Essay on The Problem of Evil

Essay on The Problem of Evil

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The Problem of Evil


The Judaeo/Christian tradition is founded upon the belief that there exists a supernatural personal being who is the ultimate creator and to which all other beings owe their existence. Three major characteristics are ascribed to this being (God?), that of being wholly good (omnibenevolent), wholly powerful (omnipotent) and all knowing (omniscient). This is the foundation of western religious thought and it is these characteristics and their relationship with evil which comprise the theme of this essay. I intend to show that the existence of evil is not a sufficient justification for the non-existence of God. I will argue that a wholly good, wholly powerful, God can co-exist with Evil. This does not mean that, as a consequence, I will argue that a wholly good, wholly powerful, God exists; I simply intend to argue that the presence of Evil itself is not a sufficient reason for denying the existence of a God.

Evil can conveniently be thought as being split into two general classifications:

1. Human evil, such as when a person or even a state treats someone badly.

OR


2. Natural evil, for example volcanic eruptions, famine and floods.

Of course whilst convenient, the two broad categories of evil cannot be mutually exclusive incorporating as they do, what might be thought of as a 'crossover effect'. For instance, suppose a farmer's indolence contributes towards a local famine. If we know only of the famine we might perceive it as a natural disaster but, on the other hand, if we recognised the farmer's indolence, we could reasonably conclude that we are suffering from a human evil.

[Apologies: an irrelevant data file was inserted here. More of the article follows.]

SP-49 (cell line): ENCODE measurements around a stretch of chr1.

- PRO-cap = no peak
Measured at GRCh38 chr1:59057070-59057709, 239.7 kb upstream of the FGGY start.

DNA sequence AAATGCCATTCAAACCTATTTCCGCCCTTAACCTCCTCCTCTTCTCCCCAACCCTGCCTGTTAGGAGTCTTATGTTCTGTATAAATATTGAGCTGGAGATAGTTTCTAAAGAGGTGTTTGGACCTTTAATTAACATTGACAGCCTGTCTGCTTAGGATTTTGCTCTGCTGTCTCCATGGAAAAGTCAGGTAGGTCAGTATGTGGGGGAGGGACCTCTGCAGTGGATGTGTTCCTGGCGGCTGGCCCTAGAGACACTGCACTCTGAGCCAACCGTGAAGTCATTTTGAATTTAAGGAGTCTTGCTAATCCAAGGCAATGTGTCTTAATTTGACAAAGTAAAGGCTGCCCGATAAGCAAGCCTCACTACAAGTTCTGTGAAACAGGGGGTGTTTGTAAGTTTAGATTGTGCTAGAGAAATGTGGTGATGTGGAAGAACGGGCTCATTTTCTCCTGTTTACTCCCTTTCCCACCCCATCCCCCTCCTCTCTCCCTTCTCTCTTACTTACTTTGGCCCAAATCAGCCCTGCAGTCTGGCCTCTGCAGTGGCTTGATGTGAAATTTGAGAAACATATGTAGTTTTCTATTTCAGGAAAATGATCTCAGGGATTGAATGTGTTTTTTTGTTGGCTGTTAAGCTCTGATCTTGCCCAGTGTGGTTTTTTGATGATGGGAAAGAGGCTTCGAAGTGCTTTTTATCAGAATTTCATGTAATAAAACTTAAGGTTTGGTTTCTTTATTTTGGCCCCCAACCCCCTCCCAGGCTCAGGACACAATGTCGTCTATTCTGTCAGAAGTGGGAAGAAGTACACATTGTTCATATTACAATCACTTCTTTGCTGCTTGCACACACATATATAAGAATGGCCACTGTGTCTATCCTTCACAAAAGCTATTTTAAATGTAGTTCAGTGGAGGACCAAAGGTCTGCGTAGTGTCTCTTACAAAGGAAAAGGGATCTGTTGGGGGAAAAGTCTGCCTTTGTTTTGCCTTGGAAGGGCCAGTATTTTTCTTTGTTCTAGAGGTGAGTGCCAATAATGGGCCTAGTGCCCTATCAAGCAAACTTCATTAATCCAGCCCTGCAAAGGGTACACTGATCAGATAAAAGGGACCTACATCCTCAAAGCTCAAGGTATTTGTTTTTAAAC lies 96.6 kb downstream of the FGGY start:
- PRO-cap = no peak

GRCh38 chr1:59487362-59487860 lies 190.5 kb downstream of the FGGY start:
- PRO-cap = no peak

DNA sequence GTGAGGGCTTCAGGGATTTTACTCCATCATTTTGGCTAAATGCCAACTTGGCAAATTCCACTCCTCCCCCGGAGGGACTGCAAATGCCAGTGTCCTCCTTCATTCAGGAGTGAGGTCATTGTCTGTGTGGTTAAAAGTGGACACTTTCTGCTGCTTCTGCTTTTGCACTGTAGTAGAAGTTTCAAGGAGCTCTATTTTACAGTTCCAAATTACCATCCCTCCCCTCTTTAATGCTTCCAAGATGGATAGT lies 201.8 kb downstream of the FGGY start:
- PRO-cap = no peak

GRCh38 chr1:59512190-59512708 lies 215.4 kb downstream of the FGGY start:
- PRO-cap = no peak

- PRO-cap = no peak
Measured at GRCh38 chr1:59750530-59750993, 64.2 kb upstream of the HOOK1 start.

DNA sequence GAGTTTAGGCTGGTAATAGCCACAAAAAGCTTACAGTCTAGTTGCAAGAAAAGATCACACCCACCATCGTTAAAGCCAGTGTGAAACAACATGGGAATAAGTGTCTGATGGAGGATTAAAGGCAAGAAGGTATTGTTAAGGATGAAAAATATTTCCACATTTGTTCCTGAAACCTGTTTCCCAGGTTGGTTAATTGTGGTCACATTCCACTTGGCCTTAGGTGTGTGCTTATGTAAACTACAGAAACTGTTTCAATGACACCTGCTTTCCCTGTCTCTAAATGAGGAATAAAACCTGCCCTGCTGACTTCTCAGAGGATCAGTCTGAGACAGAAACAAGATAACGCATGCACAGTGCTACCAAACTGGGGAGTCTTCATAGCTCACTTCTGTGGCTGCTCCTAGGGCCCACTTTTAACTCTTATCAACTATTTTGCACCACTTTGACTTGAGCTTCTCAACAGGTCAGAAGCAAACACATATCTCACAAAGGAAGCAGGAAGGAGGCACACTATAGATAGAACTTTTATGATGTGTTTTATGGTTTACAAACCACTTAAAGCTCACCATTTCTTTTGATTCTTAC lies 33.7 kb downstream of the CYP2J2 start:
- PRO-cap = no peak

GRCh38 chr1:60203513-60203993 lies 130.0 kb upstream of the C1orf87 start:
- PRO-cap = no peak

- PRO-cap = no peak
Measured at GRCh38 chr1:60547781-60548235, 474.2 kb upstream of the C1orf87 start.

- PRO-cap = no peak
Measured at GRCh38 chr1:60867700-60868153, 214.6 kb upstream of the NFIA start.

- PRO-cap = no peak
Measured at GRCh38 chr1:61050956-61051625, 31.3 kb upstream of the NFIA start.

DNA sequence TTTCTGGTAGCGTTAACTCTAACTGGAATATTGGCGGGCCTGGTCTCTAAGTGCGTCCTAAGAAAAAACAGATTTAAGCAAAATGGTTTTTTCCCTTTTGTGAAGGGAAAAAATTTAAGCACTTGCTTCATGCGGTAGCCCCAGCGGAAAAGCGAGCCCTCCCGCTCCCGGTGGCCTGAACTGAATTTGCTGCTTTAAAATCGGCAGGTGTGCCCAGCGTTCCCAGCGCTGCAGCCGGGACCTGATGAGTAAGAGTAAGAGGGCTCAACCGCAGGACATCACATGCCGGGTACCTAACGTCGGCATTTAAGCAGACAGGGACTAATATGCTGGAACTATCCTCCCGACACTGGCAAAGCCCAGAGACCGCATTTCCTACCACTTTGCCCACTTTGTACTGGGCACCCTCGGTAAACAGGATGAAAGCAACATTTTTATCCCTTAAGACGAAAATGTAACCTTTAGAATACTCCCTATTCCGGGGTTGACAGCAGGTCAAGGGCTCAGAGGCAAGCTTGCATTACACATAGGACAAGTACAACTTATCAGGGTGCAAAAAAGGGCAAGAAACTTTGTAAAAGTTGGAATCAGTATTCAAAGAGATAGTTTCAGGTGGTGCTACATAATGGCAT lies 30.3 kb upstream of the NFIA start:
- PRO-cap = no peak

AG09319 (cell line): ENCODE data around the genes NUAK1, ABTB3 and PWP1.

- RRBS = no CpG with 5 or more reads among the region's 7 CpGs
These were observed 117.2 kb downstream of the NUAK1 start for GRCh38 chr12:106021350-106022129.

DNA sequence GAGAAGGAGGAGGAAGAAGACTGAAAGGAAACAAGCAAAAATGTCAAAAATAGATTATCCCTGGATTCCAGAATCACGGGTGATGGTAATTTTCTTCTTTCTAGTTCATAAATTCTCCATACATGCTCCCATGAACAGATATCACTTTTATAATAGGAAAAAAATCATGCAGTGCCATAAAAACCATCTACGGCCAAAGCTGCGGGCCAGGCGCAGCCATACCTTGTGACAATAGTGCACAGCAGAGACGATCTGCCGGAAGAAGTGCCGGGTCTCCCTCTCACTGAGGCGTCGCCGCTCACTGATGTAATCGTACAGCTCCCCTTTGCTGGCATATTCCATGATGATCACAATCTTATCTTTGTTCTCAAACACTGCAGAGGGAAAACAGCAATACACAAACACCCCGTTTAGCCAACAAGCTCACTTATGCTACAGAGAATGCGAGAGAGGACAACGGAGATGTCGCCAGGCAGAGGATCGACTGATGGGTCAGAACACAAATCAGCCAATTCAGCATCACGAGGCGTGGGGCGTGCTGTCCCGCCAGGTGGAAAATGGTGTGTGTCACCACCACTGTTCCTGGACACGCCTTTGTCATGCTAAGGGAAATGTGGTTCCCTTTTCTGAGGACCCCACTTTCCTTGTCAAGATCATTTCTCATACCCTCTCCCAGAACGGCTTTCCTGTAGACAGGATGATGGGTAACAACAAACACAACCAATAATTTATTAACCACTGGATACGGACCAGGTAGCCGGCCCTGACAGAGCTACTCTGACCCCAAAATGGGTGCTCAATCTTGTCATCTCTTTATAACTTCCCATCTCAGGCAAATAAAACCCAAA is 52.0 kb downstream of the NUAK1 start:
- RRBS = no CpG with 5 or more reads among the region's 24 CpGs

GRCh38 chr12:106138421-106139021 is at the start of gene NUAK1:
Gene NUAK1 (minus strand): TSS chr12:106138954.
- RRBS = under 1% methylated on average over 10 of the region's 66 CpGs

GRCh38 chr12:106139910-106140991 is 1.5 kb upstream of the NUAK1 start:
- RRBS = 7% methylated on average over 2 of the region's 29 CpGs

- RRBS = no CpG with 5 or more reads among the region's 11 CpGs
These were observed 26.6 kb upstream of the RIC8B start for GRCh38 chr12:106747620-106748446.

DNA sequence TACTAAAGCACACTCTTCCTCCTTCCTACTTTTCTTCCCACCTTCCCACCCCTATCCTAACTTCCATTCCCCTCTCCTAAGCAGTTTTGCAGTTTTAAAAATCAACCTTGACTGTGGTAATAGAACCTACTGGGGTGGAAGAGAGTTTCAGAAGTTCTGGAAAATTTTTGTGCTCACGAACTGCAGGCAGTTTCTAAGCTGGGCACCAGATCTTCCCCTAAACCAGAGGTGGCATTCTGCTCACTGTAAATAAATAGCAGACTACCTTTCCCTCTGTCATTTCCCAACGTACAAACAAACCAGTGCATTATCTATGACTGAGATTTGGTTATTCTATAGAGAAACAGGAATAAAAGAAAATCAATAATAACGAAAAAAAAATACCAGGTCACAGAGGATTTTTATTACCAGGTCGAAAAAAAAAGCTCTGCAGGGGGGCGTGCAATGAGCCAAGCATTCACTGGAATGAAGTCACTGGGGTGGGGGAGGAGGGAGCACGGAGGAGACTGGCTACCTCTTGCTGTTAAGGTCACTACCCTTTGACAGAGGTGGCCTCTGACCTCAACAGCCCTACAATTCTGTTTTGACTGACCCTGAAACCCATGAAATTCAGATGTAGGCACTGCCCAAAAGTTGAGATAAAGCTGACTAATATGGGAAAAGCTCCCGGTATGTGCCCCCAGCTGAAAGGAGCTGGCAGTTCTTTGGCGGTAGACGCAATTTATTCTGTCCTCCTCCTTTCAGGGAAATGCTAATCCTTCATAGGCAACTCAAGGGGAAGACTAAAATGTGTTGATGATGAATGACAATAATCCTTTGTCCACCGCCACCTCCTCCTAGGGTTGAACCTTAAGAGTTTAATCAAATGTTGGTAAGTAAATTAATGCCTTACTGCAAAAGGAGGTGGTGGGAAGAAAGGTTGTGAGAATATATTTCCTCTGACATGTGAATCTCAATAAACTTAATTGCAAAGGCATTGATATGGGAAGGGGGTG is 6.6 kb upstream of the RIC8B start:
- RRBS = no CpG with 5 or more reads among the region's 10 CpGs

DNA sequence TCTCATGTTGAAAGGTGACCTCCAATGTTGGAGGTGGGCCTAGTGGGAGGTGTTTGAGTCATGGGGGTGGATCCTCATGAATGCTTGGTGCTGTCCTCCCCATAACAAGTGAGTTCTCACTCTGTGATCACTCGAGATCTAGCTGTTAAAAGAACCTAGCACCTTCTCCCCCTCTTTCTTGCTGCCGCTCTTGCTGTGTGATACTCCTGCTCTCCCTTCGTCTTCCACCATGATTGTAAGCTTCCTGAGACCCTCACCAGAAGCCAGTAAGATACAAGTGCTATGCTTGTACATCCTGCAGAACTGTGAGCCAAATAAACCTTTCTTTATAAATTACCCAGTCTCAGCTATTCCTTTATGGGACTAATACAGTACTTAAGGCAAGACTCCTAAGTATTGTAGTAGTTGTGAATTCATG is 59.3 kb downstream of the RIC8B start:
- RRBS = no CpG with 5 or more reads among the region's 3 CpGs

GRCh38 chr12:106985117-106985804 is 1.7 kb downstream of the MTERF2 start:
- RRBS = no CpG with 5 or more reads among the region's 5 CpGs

Many are inclined to remove humanity from the equation altogether, holding that Descartes was correct to imp...


... middle of paper ...


...of morals.

It is humanity's lot to be born, to live and finally to die, there is no avoiding that. But if we seek to leave a slightly happier world behind us, then it would be consistent to always seek to pursue the good, to care for nature and for all things natural and to try to help our fellow beings grow and develop. Of course, the worthy ideal of leaving a better place behind has to be tempered with a degree of realism. We have to accept that our individual efforts may hardly seem adequate. One man can only achieve so much and yet, if only for the sake of generations to come, mankind simply cannot refuse the struggle.



BIBLIOGRAPHY

Hick, J. (2001) Dialogues in the Philosophy of Religion (Palgrave, p. 9.)

Hick, J. (1966) Evil and the God of Love, Macmillan.

Mackie, J. L. (1955) Evil and Omnipotence, Mind 64, pp200-212.

Romans 8:20


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